An effort to use a fake, life-sized orca to scare off hundreds of sea lions crowding docks off the Oregon coast ended, at least temporarily, with the fiberglass creature belly-up after it was swamped by a passing ship.
Still, Port of Astoria Executive Director Jim Knight said the sea lions briefly "got deathly silent" when the orca sailed into view. That was just before it started listing and tipped over.
Once the 32-foot killer whale replica is dried out and repaired, "There's a chance we'll do it again," Knight said.
Earlier, officials had to find a replacement motor for the fake orca actually a boat with a driver inside that belongs to a whale watching business. It was brought overland from Bellingham, Washington.
Sea lions have become a nuisance to Astoria and commercial fishermen because they damage docks, prevent boaters from using the docks and eat lots of salmon.
Knight took the day's adventure in stride, calling it "a learning experience."
Once equipped with the replacement motor, the fake orca "was going fairly well and then a cargo ship came by and its wake swamped the whale," he said. "Our crew from the port had to go rescue the operator so he didn't drown."
"You can't make this stuff up," he added.
He estimates 1,000 people showed up to watch, applauding as the bogus whale took to the water.
As for the sea lions, there may have been an effect beyond their brief silence. Knight said there were 400 to 500 sea lions the morning of June 4 and perhaps 200 by that night, when the fake orca was tied up to the docks where they rest.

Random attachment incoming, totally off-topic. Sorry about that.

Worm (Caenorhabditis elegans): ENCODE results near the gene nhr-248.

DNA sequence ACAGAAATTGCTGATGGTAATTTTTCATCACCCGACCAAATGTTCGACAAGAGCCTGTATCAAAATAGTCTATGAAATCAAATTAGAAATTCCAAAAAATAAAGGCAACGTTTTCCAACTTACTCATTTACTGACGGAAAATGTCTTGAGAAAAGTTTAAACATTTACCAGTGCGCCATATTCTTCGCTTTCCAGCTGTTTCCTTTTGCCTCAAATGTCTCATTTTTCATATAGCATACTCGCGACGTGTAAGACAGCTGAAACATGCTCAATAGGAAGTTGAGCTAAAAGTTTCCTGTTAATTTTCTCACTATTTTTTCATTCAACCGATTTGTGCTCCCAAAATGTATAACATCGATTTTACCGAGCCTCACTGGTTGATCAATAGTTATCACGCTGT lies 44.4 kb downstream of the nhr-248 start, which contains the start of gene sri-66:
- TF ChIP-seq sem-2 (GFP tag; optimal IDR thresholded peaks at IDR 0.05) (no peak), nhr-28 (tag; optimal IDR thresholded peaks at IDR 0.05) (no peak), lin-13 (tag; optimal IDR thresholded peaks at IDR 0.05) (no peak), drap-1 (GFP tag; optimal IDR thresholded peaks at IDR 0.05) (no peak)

"They probably think it's dead now that it's belly up."
Knight wishes the orca had gotten a chance to play its recordings of real killer whale calls, especially the "call to dinner" usually emitted in the wild after they kill a sea lion or seal.
The original plan called for the orca to be driven around in the waters near Astoria, free of charge to the port. It can also tow a smaller, 7-foot-long orca behind it.
In recent weeks, the Port of Astoria has tried creative ways to keep the animals away, including installing beach balls, colorful tape, chicken wire and electrified mats. Of those, Knight said the beach balls have been the least expensive solution with initially the best results.
"There's something about flashing, moving bright colors that (sea lions) don't like," he said. "They jumped off the docks."
He said the beach ball idea could be revived.
The sea lion population has increased dramatically in recent decades. The animals are protected under the Marine Mammal Protection Act, but the law includes provisions allowing for deterrence of the sea lions to protect private property.
The Astoria sea lion population is dwindling at the moment as many of them follow the salmon migration north. However by mid-August, they'll be back in force, Knight said.
Critical thinking challenge: Why didn't the Port of Astoria use a real orca?